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Transnational Practices of Non-Resident Keralites

 

 Labor migrants and transnationalism

As page 9 of the Conceptual Framework notes, transnationalism theory posits that contemporary immigrants maintain transnational connections to their countries of origin and beyond. Those who travel abroad for work have, like so many other migrants, continued to maintain strong ties with their countries of origin. There are many reasons for keeping such connections active. In some cases the migration may be temporary – the work may be on a short-term contract, seasonal, or perhaps cyclical in nature. The migrant may in such a case either expect or desire to return to their former homes, which makes it only natural to maintain their connections. In other situations, the migrant worker is actively engaged with their place of origin while residing in a foreign country. There are multiple ways in which such engagements can occur.

 

Economic Involvements

Perhaps the most well known way in which labor migrants remain connected to their former homes is through sending back money in the form of remittances. Indeed, remittances are today one of the largest flows of money in the world, rivaling global oil sales in sheer numbers (MPI, 2012). The two world regions that currently see the largest interchange of workers and remittances are Latin America/US and Persian Gulf/South Asia. It is often difficult to calculate the precise amounts of money that are sent back as remittances each year because the practice can be extremely informal. While some foreign workers may transmit money through banks, money-transfer services (such as Western Union) or other official sources, the majority of remittances are transferred in ways that are not easily detectible. This may include simply carrying cash back home in a suitcase or using unofficial money brokers and lenders. The majority of funds go to families and friends, though many national governments are actively trying to convince their overseas workers to put their remittances towards more productive uses in things like development projects and businesses (Levitt and De La Hesa, 2003; Ley, 2004).  

Photo1.jpg

Image credit: P. Bose

 

A much smaller, though notable form of transnational economic practice includes investments and business ventures. For some overseas groups – such as the Chinese diaspora – the latter have been especially successful (though this is more in the case of trade-related migration rather than labor migration). Increasingly, however, some labor migrants are putting their money into investment schemes, government bonds and funds and development projects at the national, regional, local and even neighborhood levels.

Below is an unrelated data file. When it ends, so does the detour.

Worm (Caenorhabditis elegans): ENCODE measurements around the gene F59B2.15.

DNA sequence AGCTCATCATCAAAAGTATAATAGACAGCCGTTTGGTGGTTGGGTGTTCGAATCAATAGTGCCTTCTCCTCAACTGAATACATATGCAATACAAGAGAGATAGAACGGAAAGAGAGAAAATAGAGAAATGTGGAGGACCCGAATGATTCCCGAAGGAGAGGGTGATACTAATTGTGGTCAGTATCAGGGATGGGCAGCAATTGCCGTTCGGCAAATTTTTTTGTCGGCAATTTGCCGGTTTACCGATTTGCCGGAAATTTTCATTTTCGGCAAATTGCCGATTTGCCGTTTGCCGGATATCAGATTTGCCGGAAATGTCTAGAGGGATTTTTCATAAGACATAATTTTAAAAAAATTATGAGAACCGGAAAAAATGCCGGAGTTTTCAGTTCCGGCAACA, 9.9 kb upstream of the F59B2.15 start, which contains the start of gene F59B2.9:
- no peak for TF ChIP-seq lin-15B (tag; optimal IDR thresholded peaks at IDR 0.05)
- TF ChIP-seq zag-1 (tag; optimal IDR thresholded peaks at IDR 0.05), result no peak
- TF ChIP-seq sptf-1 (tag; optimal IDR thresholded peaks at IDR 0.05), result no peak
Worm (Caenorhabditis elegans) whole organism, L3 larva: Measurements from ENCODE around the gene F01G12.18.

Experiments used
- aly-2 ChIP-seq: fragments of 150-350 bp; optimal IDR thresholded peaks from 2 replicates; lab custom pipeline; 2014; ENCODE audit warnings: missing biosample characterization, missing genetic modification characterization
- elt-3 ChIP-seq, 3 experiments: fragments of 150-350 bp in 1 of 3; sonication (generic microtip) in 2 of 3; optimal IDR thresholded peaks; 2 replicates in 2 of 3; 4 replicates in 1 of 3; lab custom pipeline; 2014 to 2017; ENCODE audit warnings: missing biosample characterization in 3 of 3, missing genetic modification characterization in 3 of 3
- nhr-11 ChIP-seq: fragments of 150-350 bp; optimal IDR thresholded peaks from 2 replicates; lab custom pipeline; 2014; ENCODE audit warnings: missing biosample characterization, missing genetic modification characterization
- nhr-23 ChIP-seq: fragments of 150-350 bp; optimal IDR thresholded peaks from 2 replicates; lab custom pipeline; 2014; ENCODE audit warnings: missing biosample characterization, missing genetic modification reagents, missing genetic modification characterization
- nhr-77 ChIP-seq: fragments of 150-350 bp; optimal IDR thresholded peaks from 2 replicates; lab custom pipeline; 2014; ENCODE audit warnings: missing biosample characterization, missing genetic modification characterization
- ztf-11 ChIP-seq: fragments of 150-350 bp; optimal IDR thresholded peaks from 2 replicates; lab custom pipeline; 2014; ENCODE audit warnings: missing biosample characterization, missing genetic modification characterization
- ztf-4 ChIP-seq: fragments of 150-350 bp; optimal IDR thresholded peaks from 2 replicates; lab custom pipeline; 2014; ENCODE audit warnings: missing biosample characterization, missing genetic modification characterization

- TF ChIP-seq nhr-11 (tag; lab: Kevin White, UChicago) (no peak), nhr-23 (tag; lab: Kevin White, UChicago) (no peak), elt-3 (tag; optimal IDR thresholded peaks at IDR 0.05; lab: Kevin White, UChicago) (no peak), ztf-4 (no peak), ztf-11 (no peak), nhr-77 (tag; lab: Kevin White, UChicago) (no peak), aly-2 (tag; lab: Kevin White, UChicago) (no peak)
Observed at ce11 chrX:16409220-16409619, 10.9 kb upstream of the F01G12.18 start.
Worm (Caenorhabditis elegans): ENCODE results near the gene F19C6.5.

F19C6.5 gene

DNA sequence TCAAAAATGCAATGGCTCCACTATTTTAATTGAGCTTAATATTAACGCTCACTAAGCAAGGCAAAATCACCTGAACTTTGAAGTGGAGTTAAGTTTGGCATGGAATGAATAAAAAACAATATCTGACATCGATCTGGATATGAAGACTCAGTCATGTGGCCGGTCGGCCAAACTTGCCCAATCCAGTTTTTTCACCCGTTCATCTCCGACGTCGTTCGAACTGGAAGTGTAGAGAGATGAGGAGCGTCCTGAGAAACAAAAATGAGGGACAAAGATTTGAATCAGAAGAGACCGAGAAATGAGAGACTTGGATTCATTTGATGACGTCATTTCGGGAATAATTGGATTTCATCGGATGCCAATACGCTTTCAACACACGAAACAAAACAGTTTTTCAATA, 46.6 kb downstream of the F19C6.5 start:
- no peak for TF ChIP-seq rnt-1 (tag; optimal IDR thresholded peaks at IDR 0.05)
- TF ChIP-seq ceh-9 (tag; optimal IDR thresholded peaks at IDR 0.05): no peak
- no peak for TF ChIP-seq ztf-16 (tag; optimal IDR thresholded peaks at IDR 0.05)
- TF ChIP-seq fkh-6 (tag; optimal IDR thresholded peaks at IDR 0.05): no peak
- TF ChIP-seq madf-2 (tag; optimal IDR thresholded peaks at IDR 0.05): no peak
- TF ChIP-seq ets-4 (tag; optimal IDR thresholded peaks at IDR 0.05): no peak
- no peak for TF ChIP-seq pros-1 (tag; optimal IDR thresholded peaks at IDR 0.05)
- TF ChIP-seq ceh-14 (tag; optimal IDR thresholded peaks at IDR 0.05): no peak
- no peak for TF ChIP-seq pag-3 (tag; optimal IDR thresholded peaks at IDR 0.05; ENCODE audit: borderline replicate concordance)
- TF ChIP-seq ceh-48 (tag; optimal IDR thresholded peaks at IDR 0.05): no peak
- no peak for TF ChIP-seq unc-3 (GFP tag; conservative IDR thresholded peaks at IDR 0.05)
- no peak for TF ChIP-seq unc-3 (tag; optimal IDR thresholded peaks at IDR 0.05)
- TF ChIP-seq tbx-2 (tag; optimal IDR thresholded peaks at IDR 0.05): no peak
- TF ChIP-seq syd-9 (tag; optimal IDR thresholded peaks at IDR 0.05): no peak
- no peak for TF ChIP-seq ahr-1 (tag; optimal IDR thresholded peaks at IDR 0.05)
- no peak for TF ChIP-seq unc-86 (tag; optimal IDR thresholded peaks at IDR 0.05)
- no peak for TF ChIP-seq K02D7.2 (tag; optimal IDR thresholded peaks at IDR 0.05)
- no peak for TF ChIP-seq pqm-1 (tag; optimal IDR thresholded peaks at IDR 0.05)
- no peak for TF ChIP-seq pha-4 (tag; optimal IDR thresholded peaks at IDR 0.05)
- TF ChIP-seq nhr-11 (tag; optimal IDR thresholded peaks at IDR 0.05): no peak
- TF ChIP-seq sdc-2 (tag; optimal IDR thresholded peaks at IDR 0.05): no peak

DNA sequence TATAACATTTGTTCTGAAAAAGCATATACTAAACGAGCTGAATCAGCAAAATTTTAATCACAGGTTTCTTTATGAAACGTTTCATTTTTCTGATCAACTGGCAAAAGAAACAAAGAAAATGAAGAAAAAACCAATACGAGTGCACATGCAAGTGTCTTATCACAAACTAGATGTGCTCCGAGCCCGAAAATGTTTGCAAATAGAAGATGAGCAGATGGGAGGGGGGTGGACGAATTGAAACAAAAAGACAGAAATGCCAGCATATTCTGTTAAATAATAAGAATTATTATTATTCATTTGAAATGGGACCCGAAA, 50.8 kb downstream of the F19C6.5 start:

In the case of Kerala, remittances are often popularly called "Gulf Money" and have been described by the state government as "the most dynamic contribution to the economy of the State", while labor migrants are described as "very high contributors" to that same economy. Indeed, Kerala is highly dependent on remittances to help support a much more affluent lifestyle than many other Indian states – the total remittances sent home by foreign workers was in 2011 some four times the state's entire domestic product (Zachariah and Irudayarajan, 2012). Other forms of economic impact of Non-Resident Keralites (NRK) include financial savings, real estate and business investments, and new home construction, in addition to creating business networks and developing financial expertise (Zachariah and Irudayarajan, 2008b).

 

Political Entanglements

The long distance nationalism practiced by many migrants abroad has a long history. Such politics might include supporting particular political parties and movements, helping to fund dissident organizations, or providing moral support for marginalized groups, all from afar. Labor migrants have not always had the time or resources to engage in such political activism, though there are notable examples like the Ghadr Party (a radical nationalist organization based in the western US committed to liberating India from the British in the early 20th century) and M.K. Gandhi's work in South Africa with the descendants of indentured and trade migrants there (Prashad, 2000).

 

In Kerala, the political impact of labor migrants overseas has been felt not only in party politics but more crucially in regional development as a whole. Indeed, the so-called 'Kerala model of development' – focused on achieving high levels of growth in quality of life indicators (such as literacy, infant mortality rates, and civic engagement) and addressing issues of land reform – has been considerably dependent on the influx of remittances over the past half-century. These inflows have also kept unemployment relatively low within the state and decreased poverty while at the same time increasing the industrialization and consumer culture of Kerala (Pani and Jafar, 2010; Singh, 2011).